A handful of residents attended a workshop Tuesday to discuss plans for a large-scale dog park at Royal Palm Beach Commons Park.
Royal Palm Beach Village Engineer Chris Marsh led the workshop, which was also attended by village staff and elected officials.
Marsh explained the materials provided for the workshop, which included 90,000 “dog dollars” that the village has allotted for development of the 4.15-acre park.
Also provided were giant maps at each table for participants to do their planning; pipe cleaner fences; a gauge to measure distances on the maps; and symbols depicting benches, tables, pavilions and landscaping.
Marsh did a PowerPoint presentation on how the session would be conducted, including examples of existing dog parks in the village and the surrounding area.
The village currently has three small dog parks: Crestwood Park (0.74 acre), Robiner Park (0.47 acre) and Home Place Park (0.43 acre). All have shaded or covered seating and water available, including a dog wash. Crestwood and Home Place have separate areas for large and small dogs.
“They are spread evenly throughout the village, and if you look at the newest addition, which will be the Royal Palm Beach Commons Dog Park, geographically it makes sense as the fourth addition,” Marsh said.
As examples of larger dog parks, he also showed diagrammed maps of the Wellington Dog Park on Greenbriar Blvd. (5.1 acres), Pooch Pines Dog Park at Okeeheelee Park (2.97 acres), Canine Cove in Boca Raton (3.4 acres), Lake Ida West Dog Park in Delray Beach (2.8 acres) and Pompano Beach Dog Park (1.97 acres).
“Many of you have visited these parks, and it will give you an idea of how to lay this park out,” Marsh said.
The master plan for Commons Park was amended earlier this year to include a dog park and a community garden.
Marsh explained that the council approved a budget of $63,000 for the dog park in 2013 and budgeted another $30,000 for 2014, increasing the budget to $93,000.
“We will take the concepts from this evening’s meeting and present them to the council for site plan approval at either the last meeting in January or the first meeting in February,” he said. “After staff knows what we’re doing, it will take six to eight months to design and advertise the project, and an additional four to six months to construct it.”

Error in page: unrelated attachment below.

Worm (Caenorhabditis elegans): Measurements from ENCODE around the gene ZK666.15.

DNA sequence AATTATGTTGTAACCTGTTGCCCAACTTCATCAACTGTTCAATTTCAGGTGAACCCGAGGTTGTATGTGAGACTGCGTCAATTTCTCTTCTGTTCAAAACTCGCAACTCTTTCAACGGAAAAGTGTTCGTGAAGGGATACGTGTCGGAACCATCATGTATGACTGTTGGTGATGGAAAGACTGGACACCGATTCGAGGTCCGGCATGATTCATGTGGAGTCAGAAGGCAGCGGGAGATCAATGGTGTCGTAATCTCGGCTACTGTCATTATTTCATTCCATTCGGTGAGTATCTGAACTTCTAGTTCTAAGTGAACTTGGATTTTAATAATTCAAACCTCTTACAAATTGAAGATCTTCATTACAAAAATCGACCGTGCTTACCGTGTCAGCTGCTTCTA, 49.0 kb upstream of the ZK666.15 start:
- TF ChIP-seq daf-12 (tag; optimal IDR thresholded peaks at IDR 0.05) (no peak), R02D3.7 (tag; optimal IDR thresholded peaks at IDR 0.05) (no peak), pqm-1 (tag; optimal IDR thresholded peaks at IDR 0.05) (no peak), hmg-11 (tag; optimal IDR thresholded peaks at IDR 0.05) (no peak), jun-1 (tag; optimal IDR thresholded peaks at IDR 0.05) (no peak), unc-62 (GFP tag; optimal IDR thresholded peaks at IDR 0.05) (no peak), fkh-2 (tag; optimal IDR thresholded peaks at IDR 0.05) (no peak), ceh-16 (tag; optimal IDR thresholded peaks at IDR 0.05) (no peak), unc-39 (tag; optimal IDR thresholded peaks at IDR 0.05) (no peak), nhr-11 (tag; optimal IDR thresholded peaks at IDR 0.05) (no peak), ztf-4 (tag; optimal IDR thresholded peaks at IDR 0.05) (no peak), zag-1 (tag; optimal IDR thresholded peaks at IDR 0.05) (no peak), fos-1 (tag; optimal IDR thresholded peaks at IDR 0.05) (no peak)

The nine residents were divided into three groups to formulate ideas for the park.
“Each group gets 90,000 in dog dollars, which we printed out to keep you within the budget,” Marsh said. “Your goal is to create a dog park within that budget. This is a group effort. All members of the team will be given equal opportunity to provide input.”
He emphasized that residents using the community garden would need access and that workshop participants would need to make that access part of the design.
The “dog park catalog” included $18,000 for a 14-foot-by-18-foot pavilion; $20,000 for a 25-foot, covered hexagonal doggie gym set; $16,000 for a 625-square-foot covered picnic area with concrete pad; $500 per waste bin; $1,500 for a dog water fountain; $5,000 for a dog wash; $5,000 for dog agility equipment; $300 per foot for shade trees; $900 per park bench; $1,500 per picnic table; $2,000 per handicapped parking space; $30 per linear foot for 4-foot-wide concrete paths; $15,000 for a water meter; $5 per foot for water lines; and $30 per foot for fencing.
Marsh said that a good dog park requires sufficient size to avoid crowding, drinking water and shade, materials for cleanup after the dogs, two-gate entrances, and separate sections for large and small dogs. He recommended that participants start with the most important features and then build around them.
“As you identify features that will be incorporated into the park, start to set aside the dollars that you are going to set aside for that,” he instructed.
One resident asked whether grants could be included in the plans for amenities, and Marsh recommended staying within the budget for now.
“We can talk about what we’d like in the future, but for purposes of this workshop, we really want to get a concept within budget, and then we can talk about future grants or appropriations,” he said.
Marsh added that eight royal palms are available that could be transplanted from Royal Palm Beach Blvd. at no cost because FPL is requiring the village to move them.
ABOVE: Residents Susan Weinstein, Kathy Schultz and Caren Griffen take part in the workshop.